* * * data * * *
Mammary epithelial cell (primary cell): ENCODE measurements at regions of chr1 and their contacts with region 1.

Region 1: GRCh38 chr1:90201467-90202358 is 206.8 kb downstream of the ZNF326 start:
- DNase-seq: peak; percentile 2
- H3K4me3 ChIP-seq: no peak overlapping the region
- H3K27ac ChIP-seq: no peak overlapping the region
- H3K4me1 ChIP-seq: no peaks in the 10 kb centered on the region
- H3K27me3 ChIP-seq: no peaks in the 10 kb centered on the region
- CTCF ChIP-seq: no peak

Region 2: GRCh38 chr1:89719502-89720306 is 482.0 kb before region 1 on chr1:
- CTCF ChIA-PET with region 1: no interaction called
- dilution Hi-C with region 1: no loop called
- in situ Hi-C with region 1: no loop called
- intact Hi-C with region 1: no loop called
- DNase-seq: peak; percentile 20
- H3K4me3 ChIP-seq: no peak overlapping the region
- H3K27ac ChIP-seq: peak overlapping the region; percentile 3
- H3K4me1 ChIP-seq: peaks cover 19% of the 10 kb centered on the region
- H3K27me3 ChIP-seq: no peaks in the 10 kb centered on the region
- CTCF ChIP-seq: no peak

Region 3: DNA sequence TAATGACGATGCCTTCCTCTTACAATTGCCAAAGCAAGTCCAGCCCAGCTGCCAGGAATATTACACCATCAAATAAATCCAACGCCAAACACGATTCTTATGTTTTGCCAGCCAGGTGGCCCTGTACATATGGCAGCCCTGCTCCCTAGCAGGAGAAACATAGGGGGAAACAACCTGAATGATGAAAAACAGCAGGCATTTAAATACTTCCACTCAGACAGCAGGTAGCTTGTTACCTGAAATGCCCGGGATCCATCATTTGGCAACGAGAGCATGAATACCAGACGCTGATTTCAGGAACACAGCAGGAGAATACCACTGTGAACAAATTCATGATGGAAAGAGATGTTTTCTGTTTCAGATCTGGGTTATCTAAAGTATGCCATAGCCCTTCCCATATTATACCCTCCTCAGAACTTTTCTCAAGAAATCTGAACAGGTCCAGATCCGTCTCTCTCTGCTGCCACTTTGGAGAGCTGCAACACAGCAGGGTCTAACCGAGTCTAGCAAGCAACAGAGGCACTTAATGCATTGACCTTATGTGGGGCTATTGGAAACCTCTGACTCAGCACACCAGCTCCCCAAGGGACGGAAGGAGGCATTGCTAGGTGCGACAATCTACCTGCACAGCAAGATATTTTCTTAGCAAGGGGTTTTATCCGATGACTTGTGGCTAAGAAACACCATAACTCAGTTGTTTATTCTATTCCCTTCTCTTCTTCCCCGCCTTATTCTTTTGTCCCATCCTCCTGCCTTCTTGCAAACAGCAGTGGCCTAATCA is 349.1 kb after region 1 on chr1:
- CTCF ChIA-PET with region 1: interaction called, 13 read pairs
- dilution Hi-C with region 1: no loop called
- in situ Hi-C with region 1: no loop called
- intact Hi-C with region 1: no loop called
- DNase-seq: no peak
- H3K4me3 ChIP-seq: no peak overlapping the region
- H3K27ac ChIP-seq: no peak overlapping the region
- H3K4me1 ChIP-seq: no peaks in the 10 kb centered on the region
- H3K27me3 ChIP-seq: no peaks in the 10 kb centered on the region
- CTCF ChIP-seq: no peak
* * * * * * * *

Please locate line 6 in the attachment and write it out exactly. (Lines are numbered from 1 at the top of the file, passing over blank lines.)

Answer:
- H3K4me1 ChIP-seq: no peaks in the 10 kb centered on the region